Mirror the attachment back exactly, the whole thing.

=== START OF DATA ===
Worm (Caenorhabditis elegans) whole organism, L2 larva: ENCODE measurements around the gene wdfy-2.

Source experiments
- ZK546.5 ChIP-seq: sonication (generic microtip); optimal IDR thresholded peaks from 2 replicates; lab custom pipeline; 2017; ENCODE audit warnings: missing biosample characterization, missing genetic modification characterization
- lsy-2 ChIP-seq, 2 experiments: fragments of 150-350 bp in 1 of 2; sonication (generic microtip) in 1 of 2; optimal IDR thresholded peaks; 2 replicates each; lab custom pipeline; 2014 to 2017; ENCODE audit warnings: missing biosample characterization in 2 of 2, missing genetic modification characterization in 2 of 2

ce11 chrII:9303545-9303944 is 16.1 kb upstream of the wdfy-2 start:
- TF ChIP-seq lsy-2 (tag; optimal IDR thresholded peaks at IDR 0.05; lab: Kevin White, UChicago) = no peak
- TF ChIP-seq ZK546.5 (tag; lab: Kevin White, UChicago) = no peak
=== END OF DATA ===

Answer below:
Worm (Caenorhabditis elegans) whole organism, L2 larva: ENCODE measurements around the gene wdfy-2.

Source experiments
- ZK546.5 ChIP-seq: sonication (generic microtip); optimal IDR thresholded peaks from 2 replicates; lab custom pipeline; 2017; ENCODE audit warnings: missing biosample characterization, missing genetic modification characterization
- lsy-2 ChIP-seq, 2 experiments: fragments of 150-350 bp in 1 of 2; sonication (generic microtip) in 1 of 2; optimal IDR thresholded peaks; 2 replicates each; lab custom pipeline; 2014 to 2017; ENCODE audit warnings: missing biosample characterization in 2 of 2, missing genetic modification characterization in 2 of 2

ce11 chrII:9303545-9303944 is 16.1 kb upstream of the wdfy-2 start:
- TF ChIP-seq lsy-2 (tag; optimal IDR thresholded peaks at IDR 0.05; lab: Kevin White, UChicago) = no peak
- TF ChIP-seq ZK546.5 (tag; lab: Kevin White, UChicago) = no peak